In a recent blog post on Marginal Revolution, economist Alex Tabarrok discussed homeownership as an investment.
Here is what Mr. Tabarrok had to say:
“Housing is overrated as a financial investment. First, it’s not good to have a significant share of your wealth locked into a single asset. Diversification is better and it’s easier to diversify with stocks. Second, unless you are renting the basement, houses don’t pay dividends. Stocks do. You can hope that your house will accumulate in value but don’t count on it. Indeed, you should expect that as an investment your house will appreciate less than does the stock market. You didn’t expect to get a great investment and a place to live in the meantime, did you?”
Here is a rebuttal:
We have reported many times that the American Dream of homeownership is alive and well. Tomorrow, we’ll touch on the personal benefits to homeownership.
Eric Belsky, the Managing Director of the Joint Center of Housing Studies at Harvard Universityexpanded on the top financial benefits of homeownership in his paper –The Dream Lives On: the Future of Homeownership in America.
Let’s use some quotes from Belsky’s study to address comments by Mr. Tabarrok:
“Housing is overrated as a financial investment.”
“Since many people have trouble saving and have to make a housing payment one way or the other, owning a home can overcome people’s tendency to defer savings to another day.”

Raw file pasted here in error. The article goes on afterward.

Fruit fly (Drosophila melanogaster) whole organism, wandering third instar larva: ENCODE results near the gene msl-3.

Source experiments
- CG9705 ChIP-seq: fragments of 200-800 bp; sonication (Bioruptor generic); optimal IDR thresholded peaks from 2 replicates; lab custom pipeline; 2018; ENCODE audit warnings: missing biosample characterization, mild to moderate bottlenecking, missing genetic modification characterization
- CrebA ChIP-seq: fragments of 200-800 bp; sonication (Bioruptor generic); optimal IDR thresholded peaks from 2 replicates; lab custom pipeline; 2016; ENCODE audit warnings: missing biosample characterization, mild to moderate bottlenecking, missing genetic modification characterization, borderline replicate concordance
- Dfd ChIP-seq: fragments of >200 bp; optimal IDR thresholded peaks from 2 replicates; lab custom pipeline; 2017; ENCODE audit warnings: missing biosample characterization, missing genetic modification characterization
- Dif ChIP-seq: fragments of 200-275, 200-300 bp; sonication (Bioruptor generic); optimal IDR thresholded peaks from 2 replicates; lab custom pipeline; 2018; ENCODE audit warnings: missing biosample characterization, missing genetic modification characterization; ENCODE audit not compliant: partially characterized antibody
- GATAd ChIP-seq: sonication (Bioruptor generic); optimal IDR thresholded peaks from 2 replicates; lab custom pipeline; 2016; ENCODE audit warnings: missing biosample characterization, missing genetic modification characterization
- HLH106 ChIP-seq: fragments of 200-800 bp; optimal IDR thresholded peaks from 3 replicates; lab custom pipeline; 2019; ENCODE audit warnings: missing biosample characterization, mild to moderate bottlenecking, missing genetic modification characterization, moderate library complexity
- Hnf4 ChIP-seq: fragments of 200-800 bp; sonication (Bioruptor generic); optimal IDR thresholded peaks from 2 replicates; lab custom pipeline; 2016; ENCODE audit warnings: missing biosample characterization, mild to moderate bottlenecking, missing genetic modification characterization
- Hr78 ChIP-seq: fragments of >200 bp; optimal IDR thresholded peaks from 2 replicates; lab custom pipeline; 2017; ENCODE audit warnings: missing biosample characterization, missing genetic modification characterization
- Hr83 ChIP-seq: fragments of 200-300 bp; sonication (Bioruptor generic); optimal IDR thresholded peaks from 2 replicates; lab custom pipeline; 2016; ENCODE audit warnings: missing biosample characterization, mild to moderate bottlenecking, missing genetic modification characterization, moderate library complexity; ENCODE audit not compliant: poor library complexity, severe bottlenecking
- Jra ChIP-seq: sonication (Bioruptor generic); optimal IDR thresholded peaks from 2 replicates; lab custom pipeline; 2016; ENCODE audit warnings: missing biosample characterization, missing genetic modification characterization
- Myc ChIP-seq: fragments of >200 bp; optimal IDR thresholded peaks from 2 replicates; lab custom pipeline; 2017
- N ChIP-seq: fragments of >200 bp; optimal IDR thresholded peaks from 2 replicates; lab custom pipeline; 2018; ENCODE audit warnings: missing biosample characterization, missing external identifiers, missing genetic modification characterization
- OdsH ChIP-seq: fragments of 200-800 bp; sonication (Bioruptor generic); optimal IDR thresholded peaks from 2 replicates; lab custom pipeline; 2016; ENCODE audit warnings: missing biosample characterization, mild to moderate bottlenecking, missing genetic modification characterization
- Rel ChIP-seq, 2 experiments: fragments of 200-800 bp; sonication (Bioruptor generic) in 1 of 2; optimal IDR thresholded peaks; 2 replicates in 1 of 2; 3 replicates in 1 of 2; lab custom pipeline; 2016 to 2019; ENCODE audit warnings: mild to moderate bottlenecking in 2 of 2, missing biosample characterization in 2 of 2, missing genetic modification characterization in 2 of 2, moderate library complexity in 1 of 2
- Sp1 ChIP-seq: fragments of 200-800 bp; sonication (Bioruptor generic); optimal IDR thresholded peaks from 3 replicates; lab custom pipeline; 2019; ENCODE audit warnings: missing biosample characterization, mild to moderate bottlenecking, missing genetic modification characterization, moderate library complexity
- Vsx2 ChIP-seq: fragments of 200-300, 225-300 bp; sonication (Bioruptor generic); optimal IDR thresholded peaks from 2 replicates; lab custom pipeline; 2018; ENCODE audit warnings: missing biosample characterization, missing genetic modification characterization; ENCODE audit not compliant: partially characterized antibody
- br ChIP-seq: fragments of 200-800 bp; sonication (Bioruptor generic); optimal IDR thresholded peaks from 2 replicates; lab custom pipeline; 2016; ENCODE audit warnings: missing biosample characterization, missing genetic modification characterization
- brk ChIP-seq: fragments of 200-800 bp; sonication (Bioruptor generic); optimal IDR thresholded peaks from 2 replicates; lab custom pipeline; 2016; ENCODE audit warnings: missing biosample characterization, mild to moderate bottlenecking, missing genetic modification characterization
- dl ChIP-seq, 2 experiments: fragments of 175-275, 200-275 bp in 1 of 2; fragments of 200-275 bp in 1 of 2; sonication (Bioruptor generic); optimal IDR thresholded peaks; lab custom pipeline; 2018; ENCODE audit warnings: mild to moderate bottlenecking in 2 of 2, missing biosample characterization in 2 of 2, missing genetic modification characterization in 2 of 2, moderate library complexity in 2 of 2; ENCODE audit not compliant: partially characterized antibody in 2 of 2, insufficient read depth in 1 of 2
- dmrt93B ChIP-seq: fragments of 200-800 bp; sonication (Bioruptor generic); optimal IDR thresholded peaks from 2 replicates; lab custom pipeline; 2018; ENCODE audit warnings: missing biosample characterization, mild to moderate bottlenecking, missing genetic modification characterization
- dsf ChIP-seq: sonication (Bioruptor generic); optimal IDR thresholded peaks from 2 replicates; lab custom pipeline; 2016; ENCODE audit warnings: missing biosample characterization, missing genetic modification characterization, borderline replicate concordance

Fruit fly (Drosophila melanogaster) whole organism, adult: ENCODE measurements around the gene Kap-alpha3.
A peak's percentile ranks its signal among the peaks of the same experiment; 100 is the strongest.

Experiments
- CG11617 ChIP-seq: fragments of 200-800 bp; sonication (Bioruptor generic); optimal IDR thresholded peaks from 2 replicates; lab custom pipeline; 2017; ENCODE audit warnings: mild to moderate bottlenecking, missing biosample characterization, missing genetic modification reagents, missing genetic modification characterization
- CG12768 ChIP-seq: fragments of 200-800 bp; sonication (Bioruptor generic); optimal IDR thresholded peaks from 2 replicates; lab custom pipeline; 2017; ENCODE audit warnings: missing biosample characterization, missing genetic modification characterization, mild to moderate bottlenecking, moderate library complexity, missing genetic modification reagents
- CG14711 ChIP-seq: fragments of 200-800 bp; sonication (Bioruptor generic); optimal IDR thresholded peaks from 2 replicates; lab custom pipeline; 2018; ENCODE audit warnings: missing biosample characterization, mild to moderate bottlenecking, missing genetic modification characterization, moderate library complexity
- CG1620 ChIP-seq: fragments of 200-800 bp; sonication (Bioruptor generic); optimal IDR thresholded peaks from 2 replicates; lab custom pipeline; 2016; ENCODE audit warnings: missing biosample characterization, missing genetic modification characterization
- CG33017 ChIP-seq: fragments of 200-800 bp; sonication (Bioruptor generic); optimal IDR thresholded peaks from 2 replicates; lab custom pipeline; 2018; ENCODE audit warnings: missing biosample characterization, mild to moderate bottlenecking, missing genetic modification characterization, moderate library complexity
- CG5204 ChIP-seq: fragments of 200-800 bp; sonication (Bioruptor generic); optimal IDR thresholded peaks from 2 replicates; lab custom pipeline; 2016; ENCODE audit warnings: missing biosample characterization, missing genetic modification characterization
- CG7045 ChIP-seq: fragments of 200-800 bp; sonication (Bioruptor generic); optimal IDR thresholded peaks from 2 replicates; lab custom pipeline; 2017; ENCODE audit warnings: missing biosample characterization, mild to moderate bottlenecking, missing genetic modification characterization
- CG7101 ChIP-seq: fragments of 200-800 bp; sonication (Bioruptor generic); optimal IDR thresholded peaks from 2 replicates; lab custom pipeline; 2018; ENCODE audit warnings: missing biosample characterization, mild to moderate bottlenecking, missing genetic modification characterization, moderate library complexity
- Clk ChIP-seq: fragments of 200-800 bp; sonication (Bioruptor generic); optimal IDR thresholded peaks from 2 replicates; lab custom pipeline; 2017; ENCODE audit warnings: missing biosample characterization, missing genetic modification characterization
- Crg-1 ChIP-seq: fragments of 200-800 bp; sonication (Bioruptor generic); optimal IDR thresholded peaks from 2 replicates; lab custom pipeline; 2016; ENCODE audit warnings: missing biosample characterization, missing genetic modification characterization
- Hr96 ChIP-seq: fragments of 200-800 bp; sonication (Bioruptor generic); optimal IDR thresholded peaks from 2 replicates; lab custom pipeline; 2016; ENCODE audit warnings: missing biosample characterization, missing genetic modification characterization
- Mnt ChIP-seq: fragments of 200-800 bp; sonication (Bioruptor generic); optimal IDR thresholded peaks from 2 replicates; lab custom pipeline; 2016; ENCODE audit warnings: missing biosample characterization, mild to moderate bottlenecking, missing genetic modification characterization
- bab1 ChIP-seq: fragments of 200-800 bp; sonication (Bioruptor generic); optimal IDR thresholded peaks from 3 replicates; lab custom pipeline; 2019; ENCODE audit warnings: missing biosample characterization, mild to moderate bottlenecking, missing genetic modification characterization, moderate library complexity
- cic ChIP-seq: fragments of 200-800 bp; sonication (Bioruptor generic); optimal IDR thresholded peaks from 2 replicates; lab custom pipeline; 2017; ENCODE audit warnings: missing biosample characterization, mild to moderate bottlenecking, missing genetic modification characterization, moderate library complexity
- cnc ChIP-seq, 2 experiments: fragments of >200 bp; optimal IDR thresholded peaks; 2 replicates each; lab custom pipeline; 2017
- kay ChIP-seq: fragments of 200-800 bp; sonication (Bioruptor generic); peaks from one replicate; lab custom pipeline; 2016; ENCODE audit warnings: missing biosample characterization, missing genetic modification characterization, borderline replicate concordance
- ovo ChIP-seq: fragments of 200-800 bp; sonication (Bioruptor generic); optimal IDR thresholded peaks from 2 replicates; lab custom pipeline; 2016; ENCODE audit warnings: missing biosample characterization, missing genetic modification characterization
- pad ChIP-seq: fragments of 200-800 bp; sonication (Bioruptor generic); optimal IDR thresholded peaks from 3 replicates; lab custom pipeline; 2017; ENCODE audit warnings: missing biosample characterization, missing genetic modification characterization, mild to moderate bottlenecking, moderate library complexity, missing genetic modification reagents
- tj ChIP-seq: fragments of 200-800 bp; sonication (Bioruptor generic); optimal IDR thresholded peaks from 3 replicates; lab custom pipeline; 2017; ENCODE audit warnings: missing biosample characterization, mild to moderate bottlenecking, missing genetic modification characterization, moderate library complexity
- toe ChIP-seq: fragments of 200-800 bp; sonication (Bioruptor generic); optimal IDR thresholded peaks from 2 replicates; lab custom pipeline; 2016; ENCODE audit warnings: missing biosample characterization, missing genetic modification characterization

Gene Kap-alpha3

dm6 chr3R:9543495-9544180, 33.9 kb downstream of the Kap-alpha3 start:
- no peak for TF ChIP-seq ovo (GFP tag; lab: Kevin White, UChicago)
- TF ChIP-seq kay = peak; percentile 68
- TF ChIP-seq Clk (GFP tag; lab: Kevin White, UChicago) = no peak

“You can hope that your house will accumulate in value but don’t count on it. Indeed, you should expect that as an investment your house will appreciate less than does the stock market.”
“Homeownership allows households to amplify any appreciation on the value of their homes by a leverage factor. Even a hefty 20 percent down payment results in a leverage factor of five so that every percentage point rise in the value of the home is a 5 percent return on their equity. With many buyers putting 10 percent or less down, their leverage factor is 10 or more.”
“You didn’t expect to get a great investment and a place to live in the meantime, did you?”
“Homeowners pay debt service to pay down their own principal while households that rent pay down the principal of a landlord.
Homeowners are able to deduct mortgage interest and property taxes from income…On top of all this, capital gains up to $250,000 are excluded from income for single filers and up to $500,000 for married couples if they sell their homes for a gain.”
We realize that homeownership makes sense for many Americans for an assortment of social and family reasons. It also makes sense financially. If you are considering a purchase this year, contact a local professional who can help evaluate your ability to do so.